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  • E.G. Maladroit

'Bound Feet and Western Dress' Pang-Mei Natasha Chang


‘Bound Feet and Western Dress’ is Pang-Mei Natasha Chang’s dual memoir of both herself and, mainly, her great-aunt Chang Yu-i – an extraordinary woman from one of China’s elite and hugely influential families, who saw the transition of China from the fall of the last emperor to the communist revolution, eventually living out her days in America. The book tracks Yu-i’s experiences of narrowly escaping foot binding, her young marriage to one of China’s most influential modern poets, her time abroad living in Europe and eventually her role as the head of one of China’s first women’s bank. Her story provides an encapsulating insight into the transition of Chinese culture from old Confucian values into ‘modernity’ and western tradition, and Yu-i‘s experience trapped between them.


The book received surprisingly low ratings – though largely positive, with about 52% of ratings being five-star, around 27% of ratings were three-star or below – something striking in contrast to somewhat similar books, such as ‘Wild Swans’, which received 77% five-star reviews and with only 9% 3-star or below. From what I could tell, this was largely due to the second part of the ‘dual’ memoir – Chang’s intrusions and life experiences. To an extent, I agree that they take away from the book, being somewhat jarring at first as they are hard to distinguish from Yu-I’s narrative (both being written in first person, with no indication when they were switched). Though they were to a certain extent informative, as her additions of how experiencing cultural conflicts between her American and Chinese sides was interesting (her responses towards the racism she received being particularly striking), they oftentimes came across as an ill-integrated aside to Yu-I’s story, fitting in poorly. This was emphasised at times where Chang also ventured to comment on aspects of Yu-i’s life, often bordering on condescension (as when she commented that she ‘was glad’ Yu-I was not jealous of her ex-husband’s second wife, or that she ‘was proud of Yu-I. That showed she really understood what the divorce was supposed to mean’). Similarly, the needling into the character of Xu Shimo, Yu-I’s emotionally and physically absent ex-husband, was bothersome – with Chang feeling the need to insert her own feelings about how she ‘could not help but be struck by the complexity of hsu Chih-mo’s character’. This was especially infuriating as it referenced his self-serving memorial to the son who he both encouraged Yu-I to abort and never bothered to visit, other than straight after his birth. Dishonesty and emotional exhibitionism are not complex and are far from uncommon – he did not need the sycophantic mythologising.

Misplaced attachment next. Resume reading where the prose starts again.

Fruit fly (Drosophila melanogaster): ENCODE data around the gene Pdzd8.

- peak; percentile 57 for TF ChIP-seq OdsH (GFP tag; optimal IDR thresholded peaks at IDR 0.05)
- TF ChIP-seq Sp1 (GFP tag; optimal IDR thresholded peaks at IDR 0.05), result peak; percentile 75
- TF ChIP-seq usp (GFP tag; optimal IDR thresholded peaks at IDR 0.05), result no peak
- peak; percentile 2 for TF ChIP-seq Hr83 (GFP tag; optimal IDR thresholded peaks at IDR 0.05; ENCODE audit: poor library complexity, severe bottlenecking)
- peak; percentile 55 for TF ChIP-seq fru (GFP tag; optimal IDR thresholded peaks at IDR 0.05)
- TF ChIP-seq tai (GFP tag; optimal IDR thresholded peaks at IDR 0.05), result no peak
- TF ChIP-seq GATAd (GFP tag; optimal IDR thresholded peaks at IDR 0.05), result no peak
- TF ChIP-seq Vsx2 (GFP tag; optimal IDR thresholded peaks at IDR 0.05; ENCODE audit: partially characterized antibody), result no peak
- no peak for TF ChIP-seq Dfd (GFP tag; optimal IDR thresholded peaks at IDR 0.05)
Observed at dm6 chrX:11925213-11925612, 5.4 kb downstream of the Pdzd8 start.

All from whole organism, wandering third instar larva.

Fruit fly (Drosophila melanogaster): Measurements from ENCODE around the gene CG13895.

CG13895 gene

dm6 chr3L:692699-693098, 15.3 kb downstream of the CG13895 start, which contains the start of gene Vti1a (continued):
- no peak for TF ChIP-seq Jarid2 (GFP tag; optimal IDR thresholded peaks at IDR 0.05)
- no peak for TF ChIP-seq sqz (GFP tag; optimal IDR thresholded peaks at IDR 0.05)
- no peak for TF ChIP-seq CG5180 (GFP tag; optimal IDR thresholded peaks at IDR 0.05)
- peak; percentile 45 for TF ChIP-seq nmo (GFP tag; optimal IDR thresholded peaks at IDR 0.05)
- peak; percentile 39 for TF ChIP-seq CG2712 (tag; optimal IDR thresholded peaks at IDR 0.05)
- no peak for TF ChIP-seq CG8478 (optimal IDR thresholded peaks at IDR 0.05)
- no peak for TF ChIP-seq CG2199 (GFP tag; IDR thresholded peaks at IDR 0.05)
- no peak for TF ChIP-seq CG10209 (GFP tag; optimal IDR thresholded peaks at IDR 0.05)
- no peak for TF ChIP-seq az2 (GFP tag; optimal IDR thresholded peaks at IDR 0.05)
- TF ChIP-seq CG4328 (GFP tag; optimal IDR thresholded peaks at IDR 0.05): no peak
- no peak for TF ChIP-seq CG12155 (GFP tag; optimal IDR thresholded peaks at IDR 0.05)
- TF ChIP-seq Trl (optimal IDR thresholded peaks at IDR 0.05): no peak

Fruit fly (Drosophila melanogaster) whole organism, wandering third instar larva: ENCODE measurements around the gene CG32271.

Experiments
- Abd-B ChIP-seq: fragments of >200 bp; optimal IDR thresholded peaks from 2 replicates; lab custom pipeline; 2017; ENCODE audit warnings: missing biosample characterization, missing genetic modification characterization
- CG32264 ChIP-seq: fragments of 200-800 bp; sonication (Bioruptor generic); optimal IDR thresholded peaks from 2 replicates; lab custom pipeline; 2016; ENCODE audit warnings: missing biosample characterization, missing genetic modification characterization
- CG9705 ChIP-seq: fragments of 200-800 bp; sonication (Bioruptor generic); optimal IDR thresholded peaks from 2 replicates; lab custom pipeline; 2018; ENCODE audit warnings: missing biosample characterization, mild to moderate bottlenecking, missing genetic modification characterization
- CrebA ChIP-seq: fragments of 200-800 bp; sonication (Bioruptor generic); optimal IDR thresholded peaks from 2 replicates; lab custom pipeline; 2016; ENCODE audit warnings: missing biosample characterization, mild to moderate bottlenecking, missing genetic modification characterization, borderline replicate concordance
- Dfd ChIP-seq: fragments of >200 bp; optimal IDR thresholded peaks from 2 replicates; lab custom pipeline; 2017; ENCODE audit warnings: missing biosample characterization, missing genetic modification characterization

Despite this, however, the book is well worth reading, with Chang’s commentary being an absolute minority of the content – as well as easily skimmed over. As mentioned above, Yu-i’s narrative conveys an extraordinary depth of experience. Though I saw it critiqued in some reviews, I found the emotionless tone used deeply resonating, as the way she recounted savage experiences in this manner made them all the more shocking. She beautifully explains Chinese customs and culture, and it acts as an insightful look into both the traditional expectations of Chinese women, and how these were changed by the 20th century, from her perspective. Atop this, despite being emotionless, the narrative was far from characterless – with Yu-i’s wit and practicality coming through strongly, with the conversational quality to the narrative creating a sense that you really interact with her, as well as conveying the feeling that it is almost oral history.


The brevity of the book makes it far more accessible read than most similar memoirs – especially those like ‘Wild Swans’, making it a good entry point for anyone looking into the period and topics – however, being that it follows the life of a woman from one of the absolute upper classes (something highlighted by the relative uneventfulness of her time during the revolution) I would not say it is a substitute for those longer accounts which cover the tales of those with less privilege (not that Yu-I’s life was in any way easy, simply she encountered very different opportunities and experiences to most). In this sense I also felt that some reviews (despite being complimentary) somewhat missed the purpose of the book in labelling it as a representative of the general experiences of all, or even most Chinese women experiencing Chinese culture through the 20th century. It does not need to do this, as Yu-I’s life is a remarkable tale, with her experiences speaking for themselves without needing to be generalised. Her life is interesting enough as itself.

Overall, I would highly recommend the book – and find it was treated more harshly than was fair. It is entirely encapsulating, I finished it in around two evenings with how easily the narrative flowed and how interesting Yu-I’s life was. It is deeply emotional, but also informative and historically interesting; one certainly gets the sense that Yu-I’s life was far more interesting than the book has time to show with the errant references to heavy drinking with Zhou Enlai, and other seminal figures of Chinese history.

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